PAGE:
Treating Everybody With HIV Is The Goal, But Who Will Pay?

Originally published on Thu July 26, 2012 10:35 am

The big question hanging over the International AIDS Conference this week is whether all 34 million people in the world with HIV can possibly get antiviral drug treatment.

Read more

4:10am

Thu July 26, 2012
Television

At Bravo, A Pop-Culture Kingpin Works Day And Night

Originally published on Thu July 26, 2012 10:35 am

Andy Cohen on the set of his nightly Bravo talk show, Watch What Happens: Live. Cohen is also Bravo's executive vice president of development and talent, and has helped make Bravo a pop-culture heavyweight.
Heidi Gutman Bravo

Andy Cohen has been yakking for most of his 44 years. He has a book titled Most Talkative — a title he earned in high school.

"My mouth has been my greatest asset and also my biggest Achilles' heel," he says.

Most days, it's an asset.

Read more

4:09am

Thu July 26, 2012
Business

For Temp Workers, 'Temp' Looking More Permanent

Originally published on Thu July 26, 2012 6:11 pm

Job applicants outside the Staffmark temp agency in Cypress, Calif., in 2005. Temp hiring is usually a harbinger of an improving job market, but some analysts say more employers may be considering temps as a more permanent staffing solution.
Ric Francis AP

While the job market remains sluggish, temporary work is one area that's done very well in the economic recovery. Companies are keeping their temps longer and are even using them to fill professional and high-ranking positions.

The average daily number of temporary workers employed during the first quarter of 2012 was more than 2.5 million. That's up from a low of 2.1 million in early 2009, according to the American Staffing Association.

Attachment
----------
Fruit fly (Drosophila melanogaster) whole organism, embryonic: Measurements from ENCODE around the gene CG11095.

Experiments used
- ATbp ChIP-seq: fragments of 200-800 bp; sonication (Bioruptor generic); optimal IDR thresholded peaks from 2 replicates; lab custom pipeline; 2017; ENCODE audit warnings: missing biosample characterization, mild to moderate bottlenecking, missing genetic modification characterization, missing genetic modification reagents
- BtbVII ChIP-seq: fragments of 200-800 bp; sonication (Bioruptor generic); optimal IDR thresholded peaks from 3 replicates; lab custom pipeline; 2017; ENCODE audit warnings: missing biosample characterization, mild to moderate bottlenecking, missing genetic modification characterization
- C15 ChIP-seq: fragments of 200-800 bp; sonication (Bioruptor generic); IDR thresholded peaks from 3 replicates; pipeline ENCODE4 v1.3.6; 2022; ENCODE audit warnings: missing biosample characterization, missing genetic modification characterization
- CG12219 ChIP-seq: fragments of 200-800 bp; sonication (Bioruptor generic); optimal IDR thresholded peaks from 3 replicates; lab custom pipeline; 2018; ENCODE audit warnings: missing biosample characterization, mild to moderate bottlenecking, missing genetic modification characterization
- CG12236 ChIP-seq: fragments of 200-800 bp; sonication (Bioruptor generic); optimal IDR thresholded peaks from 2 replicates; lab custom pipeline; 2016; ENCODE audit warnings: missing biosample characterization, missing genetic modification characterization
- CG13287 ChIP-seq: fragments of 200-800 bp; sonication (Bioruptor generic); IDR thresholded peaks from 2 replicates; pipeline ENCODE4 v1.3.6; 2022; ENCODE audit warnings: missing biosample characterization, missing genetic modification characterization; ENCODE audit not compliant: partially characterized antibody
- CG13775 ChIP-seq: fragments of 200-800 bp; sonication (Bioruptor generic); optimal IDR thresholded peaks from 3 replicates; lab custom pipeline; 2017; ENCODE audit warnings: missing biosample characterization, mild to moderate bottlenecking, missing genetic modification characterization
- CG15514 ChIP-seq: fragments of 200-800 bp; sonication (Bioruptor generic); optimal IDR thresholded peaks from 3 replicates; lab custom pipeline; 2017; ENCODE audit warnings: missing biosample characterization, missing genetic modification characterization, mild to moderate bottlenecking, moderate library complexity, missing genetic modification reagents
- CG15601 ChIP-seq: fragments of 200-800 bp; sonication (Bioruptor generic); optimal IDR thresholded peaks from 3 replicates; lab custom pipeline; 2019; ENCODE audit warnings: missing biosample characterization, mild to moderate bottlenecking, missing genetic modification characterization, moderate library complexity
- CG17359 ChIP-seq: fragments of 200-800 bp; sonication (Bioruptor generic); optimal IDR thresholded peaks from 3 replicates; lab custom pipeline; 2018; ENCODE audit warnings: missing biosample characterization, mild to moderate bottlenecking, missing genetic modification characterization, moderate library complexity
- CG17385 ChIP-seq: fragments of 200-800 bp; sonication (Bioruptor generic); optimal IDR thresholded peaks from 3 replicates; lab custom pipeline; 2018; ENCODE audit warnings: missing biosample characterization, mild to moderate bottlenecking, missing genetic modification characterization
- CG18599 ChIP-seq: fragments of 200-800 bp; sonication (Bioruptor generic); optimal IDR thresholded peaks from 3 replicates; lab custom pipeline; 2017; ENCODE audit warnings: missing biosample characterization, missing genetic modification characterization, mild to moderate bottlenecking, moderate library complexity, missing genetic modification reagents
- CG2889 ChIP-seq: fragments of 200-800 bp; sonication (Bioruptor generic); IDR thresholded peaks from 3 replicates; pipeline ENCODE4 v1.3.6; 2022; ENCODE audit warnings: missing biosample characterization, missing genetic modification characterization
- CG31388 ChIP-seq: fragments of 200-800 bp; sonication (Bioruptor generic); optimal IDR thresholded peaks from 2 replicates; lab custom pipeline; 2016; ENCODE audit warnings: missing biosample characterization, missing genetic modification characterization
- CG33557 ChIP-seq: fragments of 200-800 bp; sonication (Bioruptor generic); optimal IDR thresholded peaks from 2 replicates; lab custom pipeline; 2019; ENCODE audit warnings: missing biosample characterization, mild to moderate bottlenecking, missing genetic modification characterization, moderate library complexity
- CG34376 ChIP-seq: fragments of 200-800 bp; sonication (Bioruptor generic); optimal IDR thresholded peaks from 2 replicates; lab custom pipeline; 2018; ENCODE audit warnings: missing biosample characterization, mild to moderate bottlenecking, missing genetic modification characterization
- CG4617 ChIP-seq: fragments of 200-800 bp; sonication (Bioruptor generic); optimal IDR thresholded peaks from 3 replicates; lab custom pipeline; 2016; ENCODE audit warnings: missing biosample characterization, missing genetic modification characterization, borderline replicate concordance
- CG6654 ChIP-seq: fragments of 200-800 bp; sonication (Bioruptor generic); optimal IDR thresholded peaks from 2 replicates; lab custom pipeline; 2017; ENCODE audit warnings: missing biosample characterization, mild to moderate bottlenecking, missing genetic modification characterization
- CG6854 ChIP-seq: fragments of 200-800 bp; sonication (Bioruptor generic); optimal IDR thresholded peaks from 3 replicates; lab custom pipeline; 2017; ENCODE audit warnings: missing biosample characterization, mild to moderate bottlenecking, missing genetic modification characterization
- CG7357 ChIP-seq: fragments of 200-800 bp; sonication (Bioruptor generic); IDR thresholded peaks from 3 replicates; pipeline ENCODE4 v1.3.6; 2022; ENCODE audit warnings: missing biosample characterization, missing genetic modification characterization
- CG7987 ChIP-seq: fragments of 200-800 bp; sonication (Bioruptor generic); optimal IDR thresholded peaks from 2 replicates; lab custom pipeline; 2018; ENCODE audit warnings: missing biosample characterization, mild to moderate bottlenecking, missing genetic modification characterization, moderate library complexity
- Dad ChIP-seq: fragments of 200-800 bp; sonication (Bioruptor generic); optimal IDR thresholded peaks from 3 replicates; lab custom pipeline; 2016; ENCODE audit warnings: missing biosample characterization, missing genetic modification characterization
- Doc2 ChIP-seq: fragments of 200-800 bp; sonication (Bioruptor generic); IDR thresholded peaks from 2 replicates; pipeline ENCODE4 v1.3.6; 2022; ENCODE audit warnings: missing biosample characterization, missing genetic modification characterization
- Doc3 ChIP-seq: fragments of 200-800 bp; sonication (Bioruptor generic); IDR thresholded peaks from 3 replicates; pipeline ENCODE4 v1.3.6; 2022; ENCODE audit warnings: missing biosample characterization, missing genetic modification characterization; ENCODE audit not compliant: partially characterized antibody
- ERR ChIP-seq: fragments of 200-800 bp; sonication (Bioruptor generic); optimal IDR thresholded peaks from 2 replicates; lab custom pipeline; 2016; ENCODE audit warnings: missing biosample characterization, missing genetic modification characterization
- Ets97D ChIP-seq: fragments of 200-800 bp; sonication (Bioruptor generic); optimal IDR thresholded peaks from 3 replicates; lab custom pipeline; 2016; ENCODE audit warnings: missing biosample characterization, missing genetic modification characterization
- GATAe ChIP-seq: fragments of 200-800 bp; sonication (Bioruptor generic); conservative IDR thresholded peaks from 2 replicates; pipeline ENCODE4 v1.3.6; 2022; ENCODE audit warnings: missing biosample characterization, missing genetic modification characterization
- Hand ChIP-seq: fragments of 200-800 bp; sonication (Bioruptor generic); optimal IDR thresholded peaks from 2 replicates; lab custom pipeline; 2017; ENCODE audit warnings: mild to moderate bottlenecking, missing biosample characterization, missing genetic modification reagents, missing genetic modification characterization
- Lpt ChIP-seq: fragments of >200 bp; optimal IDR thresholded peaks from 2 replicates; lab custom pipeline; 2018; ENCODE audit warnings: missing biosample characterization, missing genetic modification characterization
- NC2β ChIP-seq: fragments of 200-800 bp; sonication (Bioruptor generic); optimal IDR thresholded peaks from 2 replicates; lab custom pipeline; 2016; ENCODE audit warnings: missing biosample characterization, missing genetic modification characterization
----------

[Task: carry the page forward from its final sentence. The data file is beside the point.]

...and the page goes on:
Read more

7:57am

Wed July 25, 2012
Strange News

Survey Shows Londoners Are A Crabby Bunch

Originally published on Wed July 25, 2012 8:12 am

Transcript

RENEE MONTAGNE, HOST:

Read more

7:57am

Wed July 25, 2012
Strange News

Joggler To Make World Record Attempt

Originally published on Wed July 25, 2012 8:12 am

Transcript

LINDA WERTHEIMER, HOST:

Good morning. I'm Linda Wertheimer. Matthew Feldman won't be competing in the Olympics, but he'll be trying to break a record this Friday in joggling. That's what it sounds like: juggling while jogging. He's trying to run one mile, continuously juggling five objects. He broke the Guinness world record in practice, and if he doesn't drop the ball Friday, he can make it official. But there are no gold medals for joggling so far. It's MORNING EDITION. Transcript provided by NPR, Copyright NPR.

7:54am

Wed July 25, 2012
Shots - Health Blog

Prevention Programs Curb New HIV Infections In South Africa

Originally published on Wed July 25, 2012 2:03 pm

Health care workers in South Africa speak to residents during a door-to-door AIDS awareness campaign, part of a series of prevention efforts that has helped lower the country's HIV infection rate.
Mujahid Safodien Reuters /Landov

The statistics on HIV and AIDS in South Africa are daunting.

In a country of 50 million people, more than 5.5 million people are living with HIV and almost 2 million people are on HIV drug treatment. Each year, roughly 300,000 more South Africans are infected with HIV, and half a million come down with tuberculosis.

Read more

4:56am

Wed July 25, 2012
U.S.

Plant Pleads To Stay Afloat, But Army Says 'No Tanks'

Originally published on Wed July 25, 2012 5:39 pm

M1 Abrams tanks sit on the assembly line at a plant in Lima, Ohio, the only place where the tanks are manufactured. Plant and local officials fear the plant won't survive if the military temporarily halts new tank orders.
General Dynamics Land Systems

M1 Abrams battle tanks are the rock stars of military armor. They're made in only one place: Lima, Ohio. The Army says it's done ordering them, but Congress appears intent on spending millions for more, arguing that cutting production is bad for the economy and national security.

Read more

4:56am

Wed July 25, 2012
Afghanistan

Taliban's 'Summer Offensive' Heats Up In Afghanistan

Originally published on Wed July 25, 2012 8:12 am

A Spanish NATO soldier on patrol in Afghanistan. Insurgents in the country have been busier this summer than last, and more often than not, civilians are paying the price.
Sean Carberry NPR

NATO officials were hoping that insurgent activity in Afghanistan would taper off during the Muslim holy month of Ramadan, but so far, insurgents appear to be pressing ahead with their summer offensive.

More than a dozen NATO troops and contractors have been killed since the beginning of Ramadan last Friday. In general, insurgents have been busier this summer than last, and more often than not, civilians are paying the price.

Read more

Pages